Row by Row Episode 122: Liquid vs. Granular Fertilizer in the Vegetable Garden

Why Should I Fertilizer in my Garden?

There are five major reasons we recommend having a fertilization system for your vegetable garden. Whether you prefer liquid or granular fertilizer there are pros and cons to both. The first reason we recommend using fertilizer in your garden is the ability to use less fertilizer and irrigation which will allow you to be more cost-effective. The second reason we like to use fertilizer is the abiltity to have better timing when irrigating plants. You can fertilize exactly when the plants need it and don’t have to rely on rain or overhead watering cycles. The third reason is overall less labor meaning it requires less time and effort unlike side-dressing plants. The next reason we recommend fertilizing is the ability to reduce soil compaction because there is less traffic on the soil than when side-dressing plants in the garden. Lastly, fertilizing can reduce transplant shock because the plants are quickly feed with the fertilizer and won’t have to wait for the slow release from side-dressing.

Liquid vs. Granular Fertilizer

When it comes to overhead fertilizing this method is ideal for container gardening, raised bed gardening, or just fertilizing seedlings. For larger plots, this method is only really useful if the intention is to feed the entire plot. It can be wasteful to do overhead watering on row crops because there is no need to fertilize between rows in the vegetable garden. For drip fertigation, micro-dosing or spoon-feeding are the best options. This method needs to be applied at frequent intervals sometimes daily or weekly in some instances. It can be used in conjunction with a pre-plant fertilizer or side-dressing in commercial farming. Slow injections are the best when it comes to drip fertigation because it provides the evenest distribution of fertilizer.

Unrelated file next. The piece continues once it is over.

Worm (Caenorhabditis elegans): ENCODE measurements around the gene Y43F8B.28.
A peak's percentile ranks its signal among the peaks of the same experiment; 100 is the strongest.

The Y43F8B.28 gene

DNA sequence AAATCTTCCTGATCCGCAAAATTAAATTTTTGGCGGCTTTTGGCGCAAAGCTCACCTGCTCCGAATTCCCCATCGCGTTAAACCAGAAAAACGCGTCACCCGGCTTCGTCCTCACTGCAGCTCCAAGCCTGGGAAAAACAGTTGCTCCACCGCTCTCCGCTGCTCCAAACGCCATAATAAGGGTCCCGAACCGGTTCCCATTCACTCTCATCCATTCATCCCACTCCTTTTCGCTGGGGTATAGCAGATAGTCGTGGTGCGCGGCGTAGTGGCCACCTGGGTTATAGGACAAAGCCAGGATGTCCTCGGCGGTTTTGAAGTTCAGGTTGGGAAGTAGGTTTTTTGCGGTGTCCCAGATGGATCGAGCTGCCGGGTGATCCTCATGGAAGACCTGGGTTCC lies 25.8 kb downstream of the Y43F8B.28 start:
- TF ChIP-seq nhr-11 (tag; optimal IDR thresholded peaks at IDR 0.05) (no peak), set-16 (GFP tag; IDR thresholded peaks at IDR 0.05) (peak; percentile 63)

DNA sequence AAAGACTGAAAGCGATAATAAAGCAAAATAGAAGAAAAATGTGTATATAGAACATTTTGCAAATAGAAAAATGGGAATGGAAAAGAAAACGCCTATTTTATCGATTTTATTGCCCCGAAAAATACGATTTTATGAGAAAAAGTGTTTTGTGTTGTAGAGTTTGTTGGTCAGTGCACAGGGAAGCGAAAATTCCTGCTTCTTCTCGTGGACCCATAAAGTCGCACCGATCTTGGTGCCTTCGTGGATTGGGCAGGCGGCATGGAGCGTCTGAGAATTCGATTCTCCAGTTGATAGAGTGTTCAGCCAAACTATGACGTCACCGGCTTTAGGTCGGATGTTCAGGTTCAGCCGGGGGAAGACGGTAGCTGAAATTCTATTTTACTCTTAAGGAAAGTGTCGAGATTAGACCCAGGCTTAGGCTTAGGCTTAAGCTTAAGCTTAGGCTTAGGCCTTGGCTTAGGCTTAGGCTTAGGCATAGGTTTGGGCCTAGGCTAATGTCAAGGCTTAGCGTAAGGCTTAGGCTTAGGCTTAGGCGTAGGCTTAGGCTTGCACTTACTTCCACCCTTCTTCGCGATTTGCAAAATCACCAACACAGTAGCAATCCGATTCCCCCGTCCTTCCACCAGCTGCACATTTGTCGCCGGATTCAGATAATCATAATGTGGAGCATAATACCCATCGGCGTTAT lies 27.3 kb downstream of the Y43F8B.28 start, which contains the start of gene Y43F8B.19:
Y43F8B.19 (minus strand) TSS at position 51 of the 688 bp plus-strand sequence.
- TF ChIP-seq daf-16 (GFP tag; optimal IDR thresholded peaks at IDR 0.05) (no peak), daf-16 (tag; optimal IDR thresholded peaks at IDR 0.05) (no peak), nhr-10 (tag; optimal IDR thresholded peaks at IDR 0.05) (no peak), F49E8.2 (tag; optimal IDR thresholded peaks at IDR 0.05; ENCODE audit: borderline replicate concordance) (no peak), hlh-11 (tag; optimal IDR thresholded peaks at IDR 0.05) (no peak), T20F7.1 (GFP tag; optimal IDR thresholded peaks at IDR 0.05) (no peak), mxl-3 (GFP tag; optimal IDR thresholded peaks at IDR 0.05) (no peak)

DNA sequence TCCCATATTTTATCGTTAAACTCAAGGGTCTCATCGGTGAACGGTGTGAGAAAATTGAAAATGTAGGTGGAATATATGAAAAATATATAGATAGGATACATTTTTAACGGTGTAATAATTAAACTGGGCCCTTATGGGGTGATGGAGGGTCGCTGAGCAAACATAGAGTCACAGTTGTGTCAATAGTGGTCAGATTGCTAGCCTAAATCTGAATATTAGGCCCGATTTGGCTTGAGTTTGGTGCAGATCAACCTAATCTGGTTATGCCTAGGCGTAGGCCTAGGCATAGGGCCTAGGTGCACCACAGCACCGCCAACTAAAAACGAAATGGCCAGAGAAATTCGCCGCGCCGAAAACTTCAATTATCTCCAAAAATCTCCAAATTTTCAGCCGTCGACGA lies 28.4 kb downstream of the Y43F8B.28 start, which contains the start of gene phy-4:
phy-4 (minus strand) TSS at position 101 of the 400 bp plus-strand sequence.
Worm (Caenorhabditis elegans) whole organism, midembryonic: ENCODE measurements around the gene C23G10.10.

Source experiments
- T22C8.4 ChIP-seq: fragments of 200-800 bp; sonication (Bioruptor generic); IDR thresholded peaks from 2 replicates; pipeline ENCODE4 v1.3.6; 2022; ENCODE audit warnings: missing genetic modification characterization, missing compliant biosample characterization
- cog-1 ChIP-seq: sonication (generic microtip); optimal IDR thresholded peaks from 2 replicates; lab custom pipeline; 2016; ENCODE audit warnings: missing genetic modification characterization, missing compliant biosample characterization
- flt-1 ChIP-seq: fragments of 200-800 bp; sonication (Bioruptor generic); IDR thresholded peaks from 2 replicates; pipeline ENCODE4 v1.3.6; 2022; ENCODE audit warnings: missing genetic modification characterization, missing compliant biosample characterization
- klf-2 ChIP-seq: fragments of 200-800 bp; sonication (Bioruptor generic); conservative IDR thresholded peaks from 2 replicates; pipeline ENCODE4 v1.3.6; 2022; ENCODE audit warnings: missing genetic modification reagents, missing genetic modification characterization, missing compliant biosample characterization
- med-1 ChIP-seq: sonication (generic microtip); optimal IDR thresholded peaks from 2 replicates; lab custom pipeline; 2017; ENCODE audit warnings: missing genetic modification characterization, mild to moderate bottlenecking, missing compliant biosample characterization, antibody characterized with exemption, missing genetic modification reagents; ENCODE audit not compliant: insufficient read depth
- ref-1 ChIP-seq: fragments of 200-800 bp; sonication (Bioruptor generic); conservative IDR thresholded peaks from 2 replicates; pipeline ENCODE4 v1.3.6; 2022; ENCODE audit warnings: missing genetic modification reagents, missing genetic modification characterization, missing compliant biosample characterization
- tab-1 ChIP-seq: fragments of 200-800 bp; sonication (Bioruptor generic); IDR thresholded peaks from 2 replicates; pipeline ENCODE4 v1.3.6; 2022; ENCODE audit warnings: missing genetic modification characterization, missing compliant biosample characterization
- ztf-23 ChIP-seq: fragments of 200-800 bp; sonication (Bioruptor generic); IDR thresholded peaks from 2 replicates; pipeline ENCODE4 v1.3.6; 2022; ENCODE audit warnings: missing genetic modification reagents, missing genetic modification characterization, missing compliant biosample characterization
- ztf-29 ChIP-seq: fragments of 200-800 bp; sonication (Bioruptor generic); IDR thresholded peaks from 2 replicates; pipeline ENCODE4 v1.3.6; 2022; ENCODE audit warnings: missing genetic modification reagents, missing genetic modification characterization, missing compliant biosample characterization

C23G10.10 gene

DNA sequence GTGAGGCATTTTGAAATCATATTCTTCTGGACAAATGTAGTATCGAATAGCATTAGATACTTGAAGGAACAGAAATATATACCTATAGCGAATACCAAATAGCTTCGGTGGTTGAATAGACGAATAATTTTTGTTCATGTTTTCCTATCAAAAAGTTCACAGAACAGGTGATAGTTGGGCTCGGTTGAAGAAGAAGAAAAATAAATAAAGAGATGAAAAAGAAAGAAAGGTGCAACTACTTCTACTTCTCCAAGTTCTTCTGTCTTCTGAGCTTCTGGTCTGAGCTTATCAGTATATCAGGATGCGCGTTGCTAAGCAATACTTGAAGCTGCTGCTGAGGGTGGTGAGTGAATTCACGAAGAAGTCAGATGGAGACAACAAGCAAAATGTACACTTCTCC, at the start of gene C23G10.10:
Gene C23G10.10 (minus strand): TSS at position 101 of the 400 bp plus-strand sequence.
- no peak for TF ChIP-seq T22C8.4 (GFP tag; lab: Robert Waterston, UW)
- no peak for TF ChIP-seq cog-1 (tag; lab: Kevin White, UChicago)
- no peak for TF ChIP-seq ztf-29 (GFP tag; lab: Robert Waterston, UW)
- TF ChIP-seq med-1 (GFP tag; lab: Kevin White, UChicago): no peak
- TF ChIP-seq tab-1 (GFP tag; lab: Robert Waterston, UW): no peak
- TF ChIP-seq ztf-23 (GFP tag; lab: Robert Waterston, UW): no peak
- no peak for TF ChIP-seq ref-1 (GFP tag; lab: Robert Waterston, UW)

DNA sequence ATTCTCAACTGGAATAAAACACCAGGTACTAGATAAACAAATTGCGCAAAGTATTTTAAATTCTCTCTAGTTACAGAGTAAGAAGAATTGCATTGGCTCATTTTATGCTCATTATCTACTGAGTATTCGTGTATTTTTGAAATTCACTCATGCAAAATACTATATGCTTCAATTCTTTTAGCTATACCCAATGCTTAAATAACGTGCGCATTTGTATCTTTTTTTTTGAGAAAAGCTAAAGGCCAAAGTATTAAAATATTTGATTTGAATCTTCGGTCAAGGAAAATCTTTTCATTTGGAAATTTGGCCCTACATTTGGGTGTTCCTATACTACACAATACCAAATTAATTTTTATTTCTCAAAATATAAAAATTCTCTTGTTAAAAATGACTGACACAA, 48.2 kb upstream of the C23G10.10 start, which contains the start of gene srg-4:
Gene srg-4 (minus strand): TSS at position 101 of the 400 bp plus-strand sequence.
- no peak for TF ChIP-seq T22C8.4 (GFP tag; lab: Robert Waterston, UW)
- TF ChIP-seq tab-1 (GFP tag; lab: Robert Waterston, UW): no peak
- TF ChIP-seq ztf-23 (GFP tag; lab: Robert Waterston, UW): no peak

Show and Tell Segment

On the show and tell segment this week, Travis has three different fig varieties to taste test on the show. Although all the figs look similar they have very distinctive flavors that set them apart from each other. Greg and Travis also have some transplants that are almost ready to plant in the garden soil. They discuss ways in which you need to start fertilizing the transplants and how you know when they are ready to plant in the ground.

Viewer Questions

For the Q & A segment this week, Greg and Travis discuss the best cover crop to use for root-knot nematodes, information about BioChar, and how to plant/grow micro-greens. The best cover crops to use for controlling root-knot nematodes is to mix with any brassica or pea variety. Greg mentions that BioChar is basically like a big sponge that is great for the garden soil in the vegetable garden. When it comes to growing micro-greens there one cut type of crop, therefore if you plant some every two weeks you will always have a supply of them. The form of lighting to grow them under is led lights that are close to the plants to start with.

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